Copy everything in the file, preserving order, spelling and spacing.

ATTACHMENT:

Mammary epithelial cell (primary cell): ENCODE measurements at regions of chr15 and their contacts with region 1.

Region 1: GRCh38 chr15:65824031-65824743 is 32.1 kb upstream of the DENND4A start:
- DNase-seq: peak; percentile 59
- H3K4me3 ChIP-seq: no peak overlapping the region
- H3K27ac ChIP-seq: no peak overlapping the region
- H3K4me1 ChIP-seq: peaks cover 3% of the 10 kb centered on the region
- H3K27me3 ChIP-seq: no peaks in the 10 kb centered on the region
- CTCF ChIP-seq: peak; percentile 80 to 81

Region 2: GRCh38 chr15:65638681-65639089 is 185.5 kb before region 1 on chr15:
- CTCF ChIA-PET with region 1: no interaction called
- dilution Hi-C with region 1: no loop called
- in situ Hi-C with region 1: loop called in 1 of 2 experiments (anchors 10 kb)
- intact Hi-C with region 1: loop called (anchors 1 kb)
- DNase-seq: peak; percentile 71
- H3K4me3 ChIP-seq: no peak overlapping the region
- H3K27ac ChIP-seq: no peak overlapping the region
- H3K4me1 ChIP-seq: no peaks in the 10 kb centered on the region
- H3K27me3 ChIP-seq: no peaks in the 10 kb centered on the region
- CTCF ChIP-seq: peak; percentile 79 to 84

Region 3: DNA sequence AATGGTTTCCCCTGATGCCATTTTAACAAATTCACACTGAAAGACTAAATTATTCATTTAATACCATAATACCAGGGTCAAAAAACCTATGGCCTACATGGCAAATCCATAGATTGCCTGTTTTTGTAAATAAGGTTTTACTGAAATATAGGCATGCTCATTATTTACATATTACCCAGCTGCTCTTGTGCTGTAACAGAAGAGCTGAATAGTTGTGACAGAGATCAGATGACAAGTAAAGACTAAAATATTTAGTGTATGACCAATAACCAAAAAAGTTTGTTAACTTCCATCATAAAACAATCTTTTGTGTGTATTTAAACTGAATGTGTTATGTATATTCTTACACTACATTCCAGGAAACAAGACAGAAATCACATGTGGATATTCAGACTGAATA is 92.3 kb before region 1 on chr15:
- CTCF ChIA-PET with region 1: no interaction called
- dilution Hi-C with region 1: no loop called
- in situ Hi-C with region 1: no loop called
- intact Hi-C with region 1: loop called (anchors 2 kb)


Mammary epithelial cell (primary cell): ENCODE measurements at regions of chr15 and their contacts with region 1.

Region 1: GRCh38 chr15:65824031-65824743 is 32.1 kb upstream of the DENND4A start:
- DNase-seq: peak; percentile 59
- H3K4me3 ChIP-seq: no peak overlapping the region
- H3K27ac ChIP-seq: no peak overlapping the region
- H3K4me1 ChIP-seq: peaks cover 3% of the 10 kb centered on the region
- H3K27me3 ChIP-seq: no peaks in the 10 kb centered on the region
- CTCF ChIP-seq: peak; percentile 80 to 81

Region 2: GRCh38 chr15:65638681-65639089 is 185.5 kb before region 1 on chr15:
- CTCF ChIA-PET with region 1: no interaction called
- dilution Hi-C with region 1: no loop called
- in situ Hi-C with region 1: loop called in 1 of 2 experiments (anchors 10 kb)
- intact Hi-C with region 1: loop called (anchors 1 kb)
- DNase-seq: peak; percentile 71
- H3K4me3 ChIP-seq: no peak overlapping the region
- H3K27ac ChIP-seq: no peak overlapping the region
- H3K4me1 ChIP-seq: no peaks in the 10 kb centered on the region
- H3K27me3 ChIP-seq: no peaks in the 10 kb centered on the region
- CTCF ChIP-seq: peak; percentile 79 to 84

Region 3: DNA sequence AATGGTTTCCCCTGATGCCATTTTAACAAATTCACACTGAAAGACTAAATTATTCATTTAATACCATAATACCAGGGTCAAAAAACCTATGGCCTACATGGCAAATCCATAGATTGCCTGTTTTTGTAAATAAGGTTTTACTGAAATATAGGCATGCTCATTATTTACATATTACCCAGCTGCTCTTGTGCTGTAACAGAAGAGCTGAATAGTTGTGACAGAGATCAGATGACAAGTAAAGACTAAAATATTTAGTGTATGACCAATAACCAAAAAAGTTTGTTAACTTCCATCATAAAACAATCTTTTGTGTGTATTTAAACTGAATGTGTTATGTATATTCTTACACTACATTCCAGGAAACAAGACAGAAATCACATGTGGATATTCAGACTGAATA is 92.3 kb before region 1 on chr15:
- CTCF ChIA-PET with region 1: no interaction called
- dilution Hi-C with region 1: no loop called
- in situ Hi-C with region 1: no loop called
- intact Hi-C with region 1: loop called (anchors 2 kb)